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A biogeography inquiry to decipher the origin of carob populations (Ceratonia siliqua, Leguminosae)

Alex A., Viruel J., Médail F., Juin M., Haguenauer A., Selva M., Nieto-Feliner G., Bou Dagher Kharrat M., La Malfa S., Ouahmane L., Sanguin H.. 2017. In : XIV MEDECOS and XIII AEET Meeting: Human driven scenarios for evolutionary and ecological changes. Abstract book. Madrid : AEET, p. 26. MEDECOS International Confrence. 24, 2017-01-31/2017-02-04, Seville (Espagne).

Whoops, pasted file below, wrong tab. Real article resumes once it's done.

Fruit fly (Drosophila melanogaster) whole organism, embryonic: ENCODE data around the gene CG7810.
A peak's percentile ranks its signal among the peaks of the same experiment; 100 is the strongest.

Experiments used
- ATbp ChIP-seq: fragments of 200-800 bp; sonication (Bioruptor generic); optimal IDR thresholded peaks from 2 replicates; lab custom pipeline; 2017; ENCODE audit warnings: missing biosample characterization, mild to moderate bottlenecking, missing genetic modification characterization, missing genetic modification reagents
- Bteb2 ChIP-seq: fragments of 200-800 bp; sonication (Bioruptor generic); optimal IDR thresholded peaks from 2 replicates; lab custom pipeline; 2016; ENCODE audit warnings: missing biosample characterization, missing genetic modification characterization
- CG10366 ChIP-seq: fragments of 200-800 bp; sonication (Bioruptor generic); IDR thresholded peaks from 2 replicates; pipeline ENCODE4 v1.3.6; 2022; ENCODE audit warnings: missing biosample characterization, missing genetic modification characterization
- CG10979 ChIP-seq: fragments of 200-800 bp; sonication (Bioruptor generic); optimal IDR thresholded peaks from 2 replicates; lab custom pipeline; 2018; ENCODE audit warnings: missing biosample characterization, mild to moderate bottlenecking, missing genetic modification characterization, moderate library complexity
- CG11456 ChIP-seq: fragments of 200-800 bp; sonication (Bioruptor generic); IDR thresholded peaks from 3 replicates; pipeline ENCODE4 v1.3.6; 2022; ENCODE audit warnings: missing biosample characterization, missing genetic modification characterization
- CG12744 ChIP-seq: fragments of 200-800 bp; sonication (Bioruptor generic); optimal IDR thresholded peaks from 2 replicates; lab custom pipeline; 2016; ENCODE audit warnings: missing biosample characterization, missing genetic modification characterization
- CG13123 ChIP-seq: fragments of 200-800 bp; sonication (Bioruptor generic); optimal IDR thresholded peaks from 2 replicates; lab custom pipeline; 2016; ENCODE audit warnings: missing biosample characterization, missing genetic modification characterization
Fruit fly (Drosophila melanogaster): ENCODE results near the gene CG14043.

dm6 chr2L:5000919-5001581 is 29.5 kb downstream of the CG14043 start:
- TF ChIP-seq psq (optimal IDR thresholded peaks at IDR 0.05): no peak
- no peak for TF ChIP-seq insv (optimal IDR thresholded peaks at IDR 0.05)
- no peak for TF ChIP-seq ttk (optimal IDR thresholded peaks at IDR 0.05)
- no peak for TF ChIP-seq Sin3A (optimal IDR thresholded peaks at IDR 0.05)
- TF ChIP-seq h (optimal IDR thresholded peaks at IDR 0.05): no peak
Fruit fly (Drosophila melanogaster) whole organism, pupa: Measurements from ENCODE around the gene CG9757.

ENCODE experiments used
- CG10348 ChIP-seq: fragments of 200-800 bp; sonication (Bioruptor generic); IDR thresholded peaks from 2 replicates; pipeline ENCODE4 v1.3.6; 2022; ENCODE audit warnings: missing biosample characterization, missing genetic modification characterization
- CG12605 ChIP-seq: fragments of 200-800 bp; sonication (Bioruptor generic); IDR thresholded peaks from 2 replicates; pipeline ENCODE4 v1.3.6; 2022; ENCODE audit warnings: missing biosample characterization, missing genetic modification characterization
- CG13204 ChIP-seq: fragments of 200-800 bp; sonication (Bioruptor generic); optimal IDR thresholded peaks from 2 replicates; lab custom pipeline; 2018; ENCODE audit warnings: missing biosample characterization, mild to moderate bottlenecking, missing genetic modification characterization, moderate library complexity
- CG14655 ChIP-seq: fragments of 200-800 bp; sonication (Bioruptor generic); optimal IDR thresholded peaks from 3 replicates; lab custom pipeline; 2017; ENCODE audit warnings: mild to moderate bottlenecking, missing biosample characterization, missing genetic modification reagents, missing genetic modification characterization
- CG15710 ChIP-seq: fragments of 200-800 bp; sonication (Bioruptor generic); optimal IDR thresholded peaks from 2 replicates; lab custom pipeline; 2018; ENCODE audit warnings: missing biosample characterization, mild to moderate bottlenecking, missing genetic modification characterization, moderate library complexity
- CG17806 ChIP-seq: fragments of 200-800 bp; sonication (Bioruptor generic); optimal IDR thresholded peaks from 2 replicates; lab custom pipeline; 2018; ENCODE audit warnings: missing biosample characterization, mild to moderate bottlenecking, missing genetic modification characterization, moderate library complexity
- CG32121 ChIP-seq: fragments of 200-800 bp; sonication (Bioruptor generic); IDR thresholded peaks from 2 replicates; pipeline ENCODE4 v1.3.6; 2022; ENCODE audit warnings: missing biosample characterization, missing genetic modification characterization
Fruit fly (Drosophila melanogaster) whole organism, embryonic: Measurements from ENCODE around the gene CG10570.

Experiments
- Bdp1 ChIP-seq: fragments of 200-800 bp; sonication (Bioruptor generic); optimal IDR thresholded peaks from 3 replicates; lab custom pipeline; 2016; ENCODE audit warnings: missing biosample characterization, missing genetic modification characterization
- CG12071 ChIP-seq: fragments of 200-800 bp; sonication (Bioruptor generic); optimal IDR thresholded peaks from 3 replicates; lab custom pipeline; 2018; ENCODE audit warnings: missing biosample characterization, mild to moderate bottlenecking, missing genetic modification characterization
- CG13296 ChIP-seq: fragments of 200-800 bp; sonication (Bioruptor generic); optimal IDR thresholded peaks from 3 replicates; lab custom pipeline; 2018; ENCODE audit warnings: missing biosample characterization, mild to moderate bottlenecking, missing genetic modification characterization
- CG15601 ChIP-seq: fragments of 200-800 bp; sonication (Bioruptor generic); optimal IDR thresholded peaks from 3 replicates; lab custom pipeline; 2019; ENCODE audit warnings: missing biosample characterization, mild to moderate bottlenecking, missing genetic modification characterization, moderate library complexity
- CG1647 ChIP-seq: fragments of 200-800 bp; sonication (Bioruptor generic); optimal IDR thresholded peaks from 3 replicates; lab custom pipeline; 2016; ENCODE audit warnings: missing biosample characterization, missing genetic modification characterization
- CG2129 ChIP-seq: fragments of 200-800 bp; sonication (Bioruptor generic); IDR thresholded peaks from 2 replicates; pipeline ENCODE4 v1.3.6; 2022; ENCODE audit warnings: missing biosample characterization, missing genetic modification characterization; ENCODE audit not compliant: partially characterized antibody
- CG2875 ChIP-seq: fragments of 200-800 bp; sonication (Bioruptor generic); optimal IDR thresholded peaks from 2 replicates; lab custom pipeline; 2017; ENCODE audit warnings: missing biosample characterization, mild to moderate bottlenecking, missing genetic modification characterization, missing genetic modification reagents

Despite its economic importance, the origin and long-term history of carob tree (Ceratonia siliqua L.) are still under debate. Since De Candolle, the wildness of Mediterranean carob populations has been questioned on the basis of paleo-botanical, archeological and philological evidence but, unfortunately, the scarce studies on the ecology and genetic diversity of wild populations have not thrown much light on this topic. The extremely low cold-stress tolerance of carob plants constituted the main argument against a long-term persistence of natural populations throughout Pleistocene in the Mediterranean. Under this scenario, the current carob Mediterranean range would be explained by human dissemination from Western Asia. However, a global phylogeographic study covering the entire distribution of carob is still lacking. We sequenced nuclear and plastid regions from both natural and cultivated populations covering the whole current distribution range of carob to explore its phylogeography based on coalescent methods and divergence time estimations. Here we report the first molecular evidence on the origin of Ceratonia siliqua and we try to set the hypothetical events that shaped the historical biogeography of this tertiary relict lineage.

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